And I find that that’s when women need it most, is when they are in the midst of building their career or they’re stepping into an entrepreneurial journey. They need to be surrounded with people that will be resources to them, that will provide them tools and advantages and opportunities that you’re not going to find, advertise and promoted in social media. You know, these are unique advantages and opportunities and access that you’re not going to find outside of a relationship with someone who is deeply invested in your success. But when you have those kinds of relationships where people are genuinely invested in your success, they genuinely want to see you succeed, then they are going to put in the effort and the time to connect you with people that can help you to be able to connect you to the tools and resources that will help accelerate your learning and your growth.

And that’s what we try to do at LeadHERship Global. We have, in fact, the CEO and founder of Pod Match who is going to do a workshop for us about exactly what you’re doing, Kim, creating incredible platforms for podcasters and for podcast guests to be incredibly successful. We have accelerator webinars on everything from how to become a public speaker to how to become a podcast from be incredibly successful with a purposeful and profitable podcast from the very beginning. We have 10 different round tables a month. We have learning and teaching about growing and scaling businesses, how to develop your own personal brand, how to be a very successful networker, how to get access to funding as an entrepreneur. Anything that could be facing women where they need help and support. We provide access to the experts, to the business strategists, to the leaders that can give them not just the information about that subject, but the connections that they need in order to take that next step in their journey.

I, I love it. And, and I see the, you know, I see the impact that it has, you know, when people are given that support, you know, they’ve got the, the power of the mastermind, those, you know, round tables, those small groups of people that really focused but have got the skills, the experience and, and the drive to be able to help there. And that balance of people that have already done, you know, been hugely successful and know what some of the pitfalls are to be able to reach back also and help with the people to climb over those potential pitfalls. Go avoid that one. I did that one. There may be a new one over here that we’ve not found, but that one I can help you with. And I think it, it’s right, isn’t it? As, as human beings, we are social animals.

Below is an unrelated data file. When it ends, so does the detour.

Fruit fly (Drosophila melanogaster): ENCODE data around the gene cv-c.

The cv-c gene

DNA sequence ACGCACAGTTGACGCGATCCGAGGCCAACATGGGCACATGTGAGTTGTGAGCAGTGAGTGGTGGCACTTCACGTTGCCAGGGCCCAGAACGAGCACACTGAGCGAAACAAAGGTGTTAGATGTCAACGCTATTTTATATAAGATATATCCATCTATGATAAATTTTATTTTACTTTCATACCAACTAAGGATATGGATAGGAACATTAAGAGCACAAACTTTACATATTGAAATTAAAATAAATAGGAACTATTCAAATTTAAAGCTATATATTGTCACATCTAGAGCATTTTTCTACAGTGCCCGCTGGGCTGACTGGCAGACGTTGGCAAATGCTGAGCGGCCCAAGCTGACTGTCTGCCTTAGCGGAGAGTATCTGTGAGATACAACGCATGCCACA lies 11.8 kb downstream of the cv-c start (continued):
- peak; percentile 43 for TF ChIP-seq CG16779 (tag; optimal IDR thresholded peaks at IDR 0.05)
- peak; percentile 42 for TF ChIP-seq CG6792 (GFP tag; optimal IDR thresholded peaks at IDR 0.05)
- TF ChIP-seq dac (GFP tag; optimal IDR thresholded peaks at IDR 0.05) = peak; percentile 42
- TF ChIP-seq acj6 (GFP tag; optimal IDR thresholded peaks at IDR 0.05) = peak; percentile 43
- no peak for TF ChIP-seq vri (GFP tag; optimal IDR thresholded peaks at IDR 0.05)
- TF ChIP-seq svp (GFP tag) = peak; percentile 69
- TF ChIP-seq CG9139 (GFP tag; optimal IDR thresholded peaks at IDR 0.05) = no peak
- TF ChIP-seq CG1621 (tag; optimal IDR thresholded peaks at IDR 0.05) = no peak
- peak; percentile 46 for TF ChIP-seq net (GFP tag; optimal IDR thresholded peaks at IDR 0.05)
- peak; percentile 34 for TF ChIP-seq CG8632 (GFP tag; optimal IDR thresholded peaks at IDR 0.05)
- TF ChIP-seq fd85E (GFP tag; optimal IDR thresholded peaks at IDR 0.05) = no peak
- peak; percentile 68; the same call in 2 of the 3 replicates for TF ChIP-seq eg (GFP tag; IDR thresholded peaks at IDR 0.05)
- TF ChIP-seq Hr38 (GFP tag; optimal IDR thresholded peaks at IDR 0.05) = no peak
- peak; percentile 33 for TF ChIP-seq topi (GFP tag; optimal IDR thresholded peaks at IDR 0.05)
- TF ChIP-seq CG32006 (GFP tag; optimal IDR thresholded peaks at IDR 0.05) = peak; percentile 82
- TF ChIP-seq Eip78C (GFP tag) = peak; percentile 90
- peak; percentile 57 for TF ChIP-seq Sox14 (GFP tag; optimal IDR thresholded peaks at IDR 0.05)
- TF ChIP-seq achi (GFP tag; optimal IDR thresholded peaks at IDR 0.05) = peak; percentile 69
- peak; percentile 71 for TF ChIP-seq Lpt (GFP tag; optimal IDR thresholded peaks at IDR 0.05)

We want to feel connected, we want to feel we’re part of something. And that’s probably one of the largest challenges for anybody when they become an entrepreneurs. All of a sudden you’re everything aren’t you? You’ve got this great idea and then you go out and you are it, and you HR and you and you payroll and your marketing and your sales, and you think, hold on, what, what, who supports me? And irrelevant of how large our organization grows as the ceo, as the founder. That where do you get your support remains a crucial element of your success. Because you can’t always get it from the people that work for you because they’re looking to you for that confidence that, that comfort, that you know where, where it’s going. But we all have those moments where we need some support ourselves, don’t we? Even if it’s just to voice it out loud, to be able to, you know, fi hear back what we’re thinking and, and find a new route through. So, you know, it’s invaluable that the, the what the community brings to people.

I love that. And you know, we talked a lot about the tenants of grit and incorporating grit into your approach when tackling any kind of worthy pursuit. It’s absolutely fundamental to a key success, but it’s also equally important to embrace the concept of grace. And in this definition of grace, I’m really referring to your ability to push towards excellence, but leave room for failure. And to really unpack this concept of grace, you first have to know and accept your own shortcomings, your own failures. You have to deeply understand the consistent themes in your life. They’re embedded in your past, they’re woven through your life story because they are the keys to your purpose and your future. You have to understand your limitations, your mistakes, your sh shortcomings, your failures, and really examine those recurring issues in your life. And by carefully examining your past, especially your failures, that will become key absolutely essential to knowing your value.